Category Archives: Photo Gallery

The Top 5 Reasons That I Don’t Like Top 5 Lists

All over the Internet, there are plenty of lists of the few “top” ways to do something. You know what I’m talking about.

If you were to put in a simple web search on any type of topic, it seems to always generate “Top 5 Ways” to do this, or “Top 10 Ways” to do that articles and videos.

This applies in just about any skill or passion that takes immense time and effort to be mastered.

The reason I don’t like to see these lists is simply because I see this as an easy way for people to search for “shortcuts”…….to attempt to learn all these complex skills and tasks quickly, and then attempt to rapidly benefit from them.

While this may initially appear as an efficient way to learn something, I feel that it bypasses the passion that drives us to continuously excel.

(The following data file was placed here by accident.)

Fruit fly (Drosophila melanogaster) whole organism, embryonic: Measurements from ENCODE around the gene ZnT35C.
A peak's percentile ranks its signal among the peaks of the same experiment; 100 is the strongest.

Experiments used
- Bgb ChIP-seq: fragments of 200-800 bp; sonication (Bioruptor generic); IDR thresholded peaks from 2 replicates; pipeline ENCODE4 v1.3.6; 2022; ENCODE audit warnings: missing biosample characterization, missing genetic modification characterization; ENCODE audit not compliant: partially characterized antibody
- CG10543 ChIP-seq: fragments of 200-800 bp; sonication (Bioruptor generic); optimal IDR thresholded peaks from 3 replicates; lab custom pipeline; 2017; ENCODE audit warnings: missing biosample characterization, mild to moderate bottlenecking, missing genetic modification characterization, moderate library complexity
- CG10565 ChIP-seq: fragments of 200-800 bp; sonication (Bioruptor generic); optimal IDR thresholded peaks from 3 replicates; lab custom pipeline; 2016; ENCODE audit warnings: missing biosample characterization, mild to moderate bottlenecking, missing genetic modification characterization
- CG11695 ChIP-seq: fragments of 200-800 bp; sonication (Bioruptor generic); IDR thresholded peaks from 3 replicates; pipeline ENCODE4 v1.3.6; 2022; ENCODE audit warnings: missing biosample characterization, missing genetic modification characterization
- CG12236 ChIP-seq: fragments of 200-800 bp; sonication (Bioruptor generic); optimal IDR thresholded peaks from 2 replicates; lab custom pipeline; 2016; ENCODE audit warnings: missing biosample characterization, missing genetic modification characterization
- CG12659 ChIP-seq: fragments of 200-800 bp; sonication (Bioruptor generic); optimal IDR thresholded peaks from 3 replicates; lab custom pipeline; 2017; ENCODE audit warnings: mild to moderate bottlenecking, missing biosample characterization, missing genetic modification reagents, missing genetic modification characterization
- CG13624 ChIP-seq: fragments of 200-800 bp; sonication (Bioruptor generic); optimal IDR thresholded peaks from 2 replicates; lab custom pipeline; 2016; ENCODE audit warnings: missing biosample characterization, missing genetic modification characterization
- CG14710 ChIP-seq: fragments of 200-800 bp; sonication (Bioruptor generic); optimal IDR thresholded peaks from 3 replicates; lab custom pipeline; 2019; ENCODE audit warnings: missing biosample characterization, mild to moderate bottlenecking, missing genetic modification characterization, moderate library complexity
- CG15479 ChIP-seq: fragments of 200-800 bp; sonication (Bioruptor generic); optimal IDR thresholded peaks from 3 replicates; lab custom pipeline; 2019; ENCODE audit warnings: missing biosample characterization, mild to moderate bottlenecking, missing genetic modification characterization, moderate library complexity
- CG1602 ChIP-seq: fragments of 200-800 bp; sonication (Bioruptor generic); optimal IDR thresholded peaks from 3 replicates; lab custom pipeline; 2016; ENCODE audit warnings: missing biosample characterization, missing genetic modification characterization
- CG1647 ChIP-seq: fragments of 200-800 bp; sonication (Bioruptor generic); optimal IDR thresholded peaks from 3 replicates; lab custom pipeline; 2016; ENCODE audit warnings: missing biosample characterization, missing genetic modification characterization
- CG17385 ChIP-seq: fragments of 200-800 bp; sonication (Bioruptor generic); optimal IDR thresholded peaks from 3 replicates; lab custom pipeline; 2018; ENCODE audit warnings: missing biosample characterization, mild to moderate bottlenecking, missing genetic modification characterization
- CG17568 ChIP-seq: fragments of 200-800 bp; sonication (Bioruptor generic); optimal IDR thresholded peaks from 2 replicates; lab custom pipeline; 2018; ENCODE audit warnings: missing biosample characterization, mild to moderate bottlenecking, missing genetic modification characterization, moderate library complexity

I follow quite a few blogs on here, and the articles I enjoy reading are the ones reflecting the hard work people have put into the skills, challenges, or lifestyles they have mastered.

Whether it’s obtaining and maintaining the fit lifestyle they wanted, finding and conquering the trails they’ve always dreamed of exploring, facing the every day challenges of keeping up with writing, or trying to simply increase skills in photography so they can take better pictures (that’s me!), these articles are the most motivating to me.

I don’t enjoy seeing articles that just list these briefly summarized lists on how to do a particular craft, I feel that they just inspire us to take shortcuts so we can obtain quick results.

To me, it just feel genuine to see those of you who have spent the time and learned the research, skills, or experience to become good at something you are passionate about.

When I research something online, I have been finding myself just scrolling past the Top 5 or Top 10 lists, and spending time researching the actual principles of the skill, learning the mechanics, and coming up with my own conclusion of how to apply it to my craft.